Aside from the general lack of originality in the debates I have had there, I have found an even better way of achieving the same intended goal. Rather than seek the short rants of an average YouTuber, my time is better spent reading policy papers and opinion pieces from opposing camps. A while back I mentioned two articles that appeared in Slate that I was unimpressed with (and still have not given my critiques towards). To be honest those were of much greater quality than the average comments I tend to find on YouTube. Of course I disagreed with the content, but they sure did do a better job of presenting something coherent from an opposing perspective. Couple this with books from a wide variety of ideologies – many of which my YouTube opponents get their talking points from – and the case for using YouTube to see what the other side has to say gets vaporized.


Which brings me to my final reason for why I am breaking off from YouTube. My goal was to learn through debate, and that was supposed to serve the purpose of improving the content of both my future books, as well as the content of this blog. Instead, what has mostly come about from my endeavors is total neglect of the very things I promised myself I would work on.


The most striking example of this is the fact that State Exempt – the book I have been gathering notes for during the past few years – has been delayed in it’s completion. Last time I made a time estimate of how long it would take before the final draft’s completion I came to the conclusion that the book would not be done until 2015. That is a far stray from what I intended, but now that I have settled into new time constraints the outlook appears a bit more positive. Combine this with using the hour or so that I would normally spend commenting on various videos to instead work on the book itself.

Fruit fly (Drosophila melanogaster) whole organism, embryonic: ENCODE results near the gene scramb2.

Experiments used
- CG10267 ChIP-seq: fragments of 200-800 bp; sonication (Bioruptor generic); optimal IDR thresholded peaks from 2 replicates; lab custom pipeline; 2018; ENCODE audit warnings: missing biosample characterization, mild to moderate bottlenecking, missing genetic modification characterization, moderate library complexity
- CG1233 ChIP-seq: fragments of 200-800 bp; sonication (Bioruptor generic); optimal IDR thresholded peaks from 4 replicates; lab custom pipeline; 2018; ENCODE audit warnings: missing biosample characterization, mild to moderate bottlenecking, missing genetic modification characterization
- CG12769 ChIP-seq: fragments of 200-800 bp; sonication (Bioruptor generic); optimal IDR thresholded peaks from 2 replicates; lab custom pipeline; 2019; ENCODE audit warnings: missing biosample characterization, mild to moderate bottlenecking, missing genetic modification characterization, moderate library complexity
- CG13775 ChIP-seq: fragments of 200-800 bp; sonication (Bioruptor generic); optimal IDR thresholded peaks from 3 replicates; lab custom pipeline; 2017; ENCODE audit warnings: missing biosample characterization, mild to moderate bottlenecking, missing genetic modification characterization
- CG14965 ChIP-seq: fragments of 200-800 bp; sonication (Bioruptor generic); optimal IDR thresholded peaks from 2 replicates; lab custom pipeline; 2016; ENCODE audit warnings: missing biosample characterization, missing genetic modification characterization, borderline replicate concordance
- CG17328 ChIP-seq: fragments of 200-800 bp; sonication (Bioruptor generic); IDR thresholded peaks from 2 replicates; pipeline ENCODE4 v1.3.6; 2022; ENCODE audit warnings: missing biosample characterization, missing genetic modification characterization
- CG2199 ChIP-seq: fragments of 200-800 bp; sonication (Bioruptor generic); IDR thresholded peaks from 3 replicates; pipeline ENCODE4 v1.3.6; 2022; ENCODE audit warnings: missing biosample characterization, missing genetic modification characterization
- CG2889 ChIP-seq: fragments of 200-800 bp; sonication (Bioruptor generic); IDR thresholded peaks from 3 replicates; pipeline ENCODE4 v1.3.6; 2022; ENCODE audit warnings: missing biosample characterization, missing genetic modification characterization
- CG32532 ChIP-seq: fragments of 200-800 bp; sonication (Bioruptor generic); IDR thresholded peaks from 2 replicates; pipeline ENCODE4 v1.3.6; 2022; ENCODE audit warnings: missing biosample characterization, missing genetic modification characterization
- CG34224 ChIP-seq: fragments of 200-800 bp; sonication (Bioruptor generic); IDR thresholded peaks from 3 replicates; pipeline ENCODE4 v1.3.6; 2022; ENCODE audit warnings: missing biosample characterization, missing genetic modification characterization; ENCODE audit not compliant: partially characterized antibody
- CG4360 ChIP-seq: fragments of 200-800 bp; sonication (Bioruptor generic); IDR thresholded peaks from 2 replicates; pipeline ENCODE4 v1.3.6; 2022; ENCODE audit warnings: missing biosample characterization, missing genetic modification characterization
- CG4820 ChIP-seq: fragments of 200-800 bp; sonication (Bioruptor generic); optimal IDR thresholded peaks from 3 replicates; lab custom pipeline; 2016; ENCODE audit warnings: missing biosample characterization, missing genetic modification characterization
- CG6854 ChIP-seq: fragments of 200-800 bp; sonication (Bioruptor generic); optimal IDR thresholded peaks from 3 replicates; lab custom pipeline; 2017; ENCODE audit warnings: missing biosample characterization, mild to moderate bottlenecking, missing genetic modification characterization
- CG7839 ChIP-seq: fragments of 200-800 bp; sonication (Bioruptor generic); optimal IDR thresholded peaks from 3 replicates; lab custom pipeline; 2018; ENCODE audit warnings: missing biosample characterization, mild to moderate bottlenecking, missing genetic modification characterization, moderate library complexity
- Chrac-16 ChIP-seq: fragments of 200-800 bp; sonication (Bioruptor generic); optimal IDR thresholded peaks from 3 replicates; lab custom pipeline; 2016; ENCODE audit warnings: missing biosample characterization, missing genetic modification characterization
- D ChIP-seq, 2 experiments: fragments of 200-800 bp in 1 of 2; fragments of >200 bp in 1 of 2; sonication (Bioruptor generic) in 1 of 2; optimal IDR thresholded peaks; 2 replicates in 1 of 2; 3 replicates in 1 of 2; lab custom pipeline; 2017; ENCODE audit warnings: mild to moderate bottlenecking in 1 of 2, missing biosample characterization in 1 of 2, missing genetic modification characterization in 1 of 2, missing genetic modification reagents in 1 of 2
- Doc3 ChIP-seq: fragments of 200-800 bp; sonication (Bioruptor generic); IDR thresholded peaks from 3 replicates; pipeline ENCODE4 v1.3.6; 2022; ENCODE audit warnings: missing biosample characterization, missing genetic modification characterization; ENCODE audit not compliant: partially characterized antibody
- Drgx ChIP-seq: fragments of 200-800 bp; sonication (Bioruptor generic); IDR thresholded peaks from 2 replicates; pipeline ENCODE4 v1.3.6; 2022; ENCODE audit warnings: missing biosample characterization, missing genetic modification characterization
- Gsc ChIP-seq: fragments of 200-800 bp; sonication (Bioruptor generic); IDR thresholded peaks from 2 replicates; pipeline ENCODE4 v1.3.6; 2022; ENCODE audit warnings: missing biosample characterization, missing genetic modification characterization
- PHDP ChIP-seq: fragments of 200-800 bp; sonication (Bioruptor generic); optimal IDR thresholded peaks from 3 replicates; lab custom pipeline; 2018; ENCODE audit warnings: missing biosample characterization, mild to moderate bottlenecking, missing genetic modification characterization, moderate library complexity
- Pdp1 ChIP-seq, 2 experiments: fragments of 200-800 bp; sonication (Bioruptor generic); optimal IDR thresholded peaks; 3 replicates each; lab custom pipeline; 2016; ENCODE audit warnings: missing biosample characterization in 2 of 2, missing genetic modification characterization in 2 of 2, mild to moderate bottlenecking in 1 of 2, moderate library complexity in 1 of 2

With these two factors in play, I still estimate the release date for the book to be early 2015. But one key difference is that now I will have the chance to release drafts of the book itself in PDF form in order to receive feedback. The book will still come out much later than I originally planned, but the chance to perfect it more before it actually becomes available in physical form makes it all worthwhile.


So on this fourth of July, I wish to declare my independence from YouTube. The only use I have for it at this point is to watch and favorite videos, as well as network with like-minded people I have encountered on there so far. Other than that, all the tenacity I placed towards Youtube debates will now go towards this site – and more importantly – the book itself.


Only time will tell how big of an impact this change in time spent will have, but I can say that it will be a drastic improvement over what I have been doing so far…

One response to “A Declaration of Independence from YouTube (Sort of)”

  1. […] Twitter eating up almost as much time as YouTube did a few years back, I decided to scale that back a bit and put that saved time towards working on other things. […]